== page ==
Thursday, 17 March 2011

zana rasool - sulaymanyah, kurdistan

It is important for me to leave the card in the place, Bardam saray Sulaymanyah, where the majority of people come together for demonstrations in the city center of Sulaymanyah. This place, from its very beginnings, has always been the main meeting point for people to express their views on a political issues.

Sulaymaniyah (Kurdish: سلێمانی / Silêmanî); is a city in Iraq, Iraqi Kurdistan. It is the capital of Sulaymaniyah Governorate. Sulaymaniyah is surrounded by the Azmar Range, Goizja Range and the Qaiwan Range in the north east, Baranan Mountain in the south and the Tasluje Hills in the west. The city has a semi-arid climate with very hot and dry summers and very cold winters. Sulaymaniyah served as the historic capital of the Kurdish principality of Baban from 1784 to 1850.
The modern city of Sulaymaniyah was founded on 14 November 1784 by the Kurdish prince Ibrahim Pasha Baban who named it after his father Sulaiman Pasha. Because it was founded as the capital of a powerful Kurdish principality, Sulaymaniyah has developed into a large city with a population of about 1.041.490 people. It is the cultural center of the Sorani-speaking Kurds and an important economic center for Iraqi Kurdistan.

The region of Sulaymaniyah was known as Zamwa prior to its founding in 1784. The capital of the Kurdish Baban principality (1649–1850), before Sulaymaniyah was a territory named "Qalachwalan". At the time of the Babani's rule there were major conflicts between the Safavid dynasty and the Ottoman Empire. Qalachuwalan became a battle ground for the two rivals.[2]
Being of strategic importance and lying deep inside Safavid territory, there was major concern that Qalachwalan would be attacked and captured if the Babanies did not give the Safavids military support, as both Sultan Mahmud II and Nadir Shah were trying to gain the support of the dispersed Kurdish Emirates.[2] This obliged Mahmud Pashah of Baban in 1781 to think about moving the center of its Emirate to another safer place. He chose Melkandi, then a village, to construct a number of Serahs for his political and armed units.[2]
In 1783 Ibrahim Pashah of Baban undertook the rule of the Emirate and began the construction of a new city which would become the capital of the Baban Emirate. In 1784 he finished erecting a number of palaces for trade called Qaiseries and bazars, which were used as baths as well, and began inviting people from the surrounding villages and even Emirates to move over to the newly established city, soon Malkandi which was originally intended to be the city itself instead became one of its quarters and still is today.[2]
Sulaymaniyah has since its foundation been the center of Kurdish nationalism, and it was from here that Mahmud Barzanji sparked the first rebellion against the British occupation on May 22, 1919 with the arrest of British officials in Sulaymaniyah and declared an independent Kurdistan at that same year. On 10 October 1921, a statement was issued in Sulaymaniyah, then the capital of Kurdistan, to establish the Kingdom of Kurdistan.[2] Sheikh Mahmud Barzanji, now backed by the British, declared himself as the King of the Kingdom of Kurdistan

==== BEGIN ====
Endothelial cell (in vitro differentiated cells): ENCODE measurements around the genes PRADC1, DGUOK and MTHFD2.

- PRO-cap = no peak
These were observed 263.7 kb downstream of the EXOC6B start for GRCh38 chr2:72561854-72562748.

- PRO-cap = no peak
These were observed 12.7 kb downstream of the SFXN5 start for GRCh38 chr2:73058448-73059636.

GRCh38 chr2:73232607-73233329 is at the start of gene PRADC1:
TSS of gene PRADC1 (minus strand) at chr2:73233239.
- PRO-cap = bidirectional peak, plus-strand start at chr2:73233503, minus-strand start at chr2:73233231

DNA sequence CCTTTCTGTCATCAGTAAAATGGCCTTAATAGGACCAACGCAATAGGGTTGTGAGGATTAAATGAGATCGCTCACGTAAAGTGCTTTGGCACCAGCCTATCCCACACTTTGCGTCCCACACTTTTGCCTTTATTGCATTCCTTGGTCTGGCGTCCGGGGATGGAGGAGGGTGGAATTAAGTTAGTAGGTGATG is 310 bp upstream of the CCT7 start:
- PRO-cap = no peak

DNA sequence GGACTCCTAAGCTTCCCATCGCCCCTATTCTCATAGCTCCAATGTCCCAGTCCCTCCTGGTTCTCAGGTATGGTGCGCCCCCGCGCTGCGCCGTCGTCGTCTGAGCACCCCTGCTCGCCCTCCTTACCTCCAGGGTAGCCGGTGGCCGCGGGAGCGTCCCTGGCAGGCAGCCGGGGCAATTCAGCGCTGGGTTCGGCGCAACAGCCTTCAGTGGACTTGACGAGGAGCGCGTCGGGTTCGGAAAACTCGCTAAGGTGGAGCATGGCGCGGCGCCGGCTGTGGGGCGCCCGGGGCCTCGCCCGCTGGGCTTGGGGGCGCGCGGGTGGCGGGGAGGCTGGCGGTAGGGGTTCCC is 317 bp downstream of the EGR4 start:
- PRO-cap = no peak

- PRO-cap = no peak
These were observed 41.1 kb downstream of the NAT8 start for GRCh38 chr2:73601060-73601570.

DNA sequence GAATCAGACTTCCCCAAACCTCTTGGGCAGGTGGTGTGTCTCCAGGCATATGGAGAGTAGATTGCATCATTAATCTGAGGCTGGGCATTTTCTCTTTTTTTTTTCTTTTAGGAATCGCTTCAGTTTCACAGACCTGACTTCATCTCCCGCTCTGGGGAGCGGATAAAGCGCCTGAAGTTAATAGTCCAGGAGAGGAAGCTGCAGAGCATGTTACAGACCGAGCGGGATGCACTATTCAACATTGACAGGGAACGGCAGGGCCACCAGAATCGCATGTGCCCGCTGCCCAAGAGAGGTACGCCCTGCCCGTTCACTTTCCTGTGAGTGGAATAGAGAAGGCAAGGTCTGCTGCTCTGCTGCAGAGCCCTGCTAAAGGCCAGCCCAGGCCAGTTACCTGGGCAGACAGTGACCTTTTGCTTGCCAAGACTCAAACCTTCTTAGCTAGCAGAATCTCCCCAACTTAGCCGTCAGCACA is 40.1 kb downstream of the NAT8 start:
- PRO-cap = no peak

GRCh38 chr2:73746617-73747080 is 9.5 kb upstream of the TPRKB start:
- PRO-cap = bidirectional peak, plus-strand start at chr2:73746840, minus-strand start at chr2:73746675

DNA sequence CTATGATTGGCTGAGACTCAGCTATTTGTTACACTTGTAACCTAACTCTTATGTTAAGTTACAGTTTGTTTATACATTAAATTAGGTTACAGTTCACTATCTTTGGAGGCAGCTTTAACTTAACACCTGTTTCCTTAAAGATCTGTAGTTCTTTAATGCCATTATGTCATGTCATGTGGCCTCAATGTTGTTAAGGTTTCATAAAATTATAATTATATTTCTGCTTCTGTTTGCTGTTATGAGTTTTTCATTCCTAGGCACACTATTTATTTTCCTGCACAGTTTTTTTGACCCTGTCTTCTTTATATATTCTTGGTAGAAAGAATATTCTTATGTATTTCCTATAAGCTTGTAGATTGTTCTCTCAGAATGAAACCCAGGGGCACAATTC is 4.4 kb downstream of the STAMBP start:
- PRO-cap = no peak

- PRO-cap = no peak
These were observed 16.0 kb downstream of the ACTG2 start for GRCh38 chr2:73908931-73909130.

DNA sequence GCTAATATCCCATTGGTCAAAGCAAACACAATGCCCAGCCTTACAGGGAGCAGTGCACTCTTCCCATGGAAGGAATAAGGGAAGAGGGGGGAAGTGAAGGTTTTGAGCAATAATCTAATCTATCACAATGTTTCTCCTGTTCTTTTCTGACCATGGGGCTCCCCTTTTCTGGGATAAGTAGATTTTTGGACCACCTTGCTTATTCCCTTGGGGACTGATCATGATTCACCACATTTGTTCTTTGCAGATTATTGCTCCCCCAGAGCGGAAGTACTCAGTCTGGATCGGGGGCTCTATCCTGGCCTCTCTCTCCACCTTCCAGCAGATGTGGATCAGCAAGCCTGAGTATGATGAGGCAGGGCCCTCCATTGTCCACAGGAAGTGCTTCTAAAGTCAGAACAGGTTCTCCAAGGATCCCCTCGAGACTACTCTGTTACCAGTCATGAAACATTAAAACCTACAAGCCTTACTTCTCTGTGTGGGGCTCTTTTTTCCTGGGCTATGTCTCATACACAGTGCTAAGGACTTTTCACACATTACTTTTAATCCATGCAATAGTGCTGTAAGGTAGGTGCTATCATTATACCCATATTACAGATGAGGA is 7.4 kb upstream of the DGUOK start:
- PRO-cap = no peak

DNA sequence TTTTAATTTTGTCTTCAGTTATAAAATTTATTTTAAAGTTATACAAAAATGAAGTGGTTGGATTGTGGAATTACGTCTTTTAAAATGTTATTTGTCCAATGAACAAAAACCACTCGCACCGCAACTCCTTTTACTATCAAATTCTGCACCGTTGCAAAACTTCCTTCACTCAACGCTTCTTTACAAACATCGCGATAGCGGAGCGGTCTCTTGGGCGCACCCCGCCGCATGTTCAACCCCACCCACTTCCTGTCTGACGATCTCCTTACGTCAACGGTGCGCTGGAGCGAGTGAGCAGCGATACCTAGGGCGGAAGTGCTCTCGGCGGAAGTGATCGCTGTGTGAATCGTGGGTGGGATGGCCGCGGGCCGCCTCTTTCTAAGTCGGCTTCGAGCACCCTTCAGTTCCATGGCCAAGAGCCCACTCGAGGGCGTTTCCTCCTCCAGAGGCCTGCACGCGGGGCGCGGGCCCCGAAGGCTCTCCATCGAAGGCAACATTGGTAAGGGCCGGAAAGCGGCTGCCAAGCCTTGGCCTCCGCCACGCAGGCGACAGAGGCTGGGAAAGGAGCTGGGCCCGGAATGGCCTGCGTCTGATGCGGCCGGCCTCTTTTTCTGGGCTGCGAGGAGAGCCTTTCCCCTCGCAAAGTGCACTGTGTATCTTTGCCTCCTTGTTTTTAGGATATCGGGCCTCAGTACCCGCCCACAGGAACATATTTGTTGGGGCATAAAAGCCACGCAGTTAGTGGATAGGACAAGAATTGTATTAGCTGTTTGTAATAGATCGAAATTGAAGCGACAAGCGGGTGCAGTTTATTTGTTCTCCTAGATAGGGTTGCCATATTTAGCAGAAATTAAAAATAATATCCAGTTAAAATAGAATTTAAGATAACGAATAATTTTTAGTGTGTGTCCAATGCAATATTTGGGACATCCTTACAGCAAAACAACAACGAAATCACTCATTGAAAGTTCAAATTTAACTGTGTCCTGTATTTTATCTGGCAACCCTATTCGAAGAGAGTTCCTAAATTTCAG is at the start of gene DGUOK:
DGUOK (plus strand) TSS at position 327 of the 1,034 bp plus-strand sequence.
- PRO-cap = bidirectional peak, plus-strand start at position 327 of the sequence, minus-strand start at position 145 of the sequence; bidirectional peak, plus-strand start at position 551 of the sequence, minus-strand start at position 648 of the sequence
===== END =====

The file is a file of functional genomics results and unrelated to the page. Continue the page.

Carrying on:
The British occupation declared Sheikh Mahmud as king in order to silence the residents of Sulaymaniyah and stop their rebellion, but Sheikh Mahmud acted and ruled independently from the British, and wanted them out of the kingdom. As a result, in the same year, he was exiled for several years to the Andaman islands in India by the British occupation, only to return and raise another unsuccessful rebellion centered in Sulaymaniyah in 1923.
In 1925 mass revolts broke out against British occupation. Winston Churchill argued ‘in favour of using poisoned gas against uncivilized tribes’ but contrary to recent claims, there is no evidence that it was ever used.[3] In January 1926 the League of Nations gave the mandate over the territory to Iraq, with the provision for special rights for Kurds. In 1930-1931,Sheikh Mahmud Barzanji made his last unsuccessful attempt to free Kurdistan, he retreated into the mountains, and later signed a peace accord with the Iraqi government and settled in the new Iraq in 1932.
Since liberation in 1991, it has been administered by Kurdish Government and serves as one of the metropolises of Iraqi Kurdistan.

يةكةم خؤثيشاندان لة بةردةركى سةراى سليَمانى 6 ئةييلول1930
ئةم خؤثيشاندانة  داواى سةربةخؤى كوردستانكرا وة خؤثيشاندانةكة دذى بةيةننامةى عصبە الامم بوو كة ناوى كوردى تيانةهاتبوو لة ضوارضيَوةى عراقدا.

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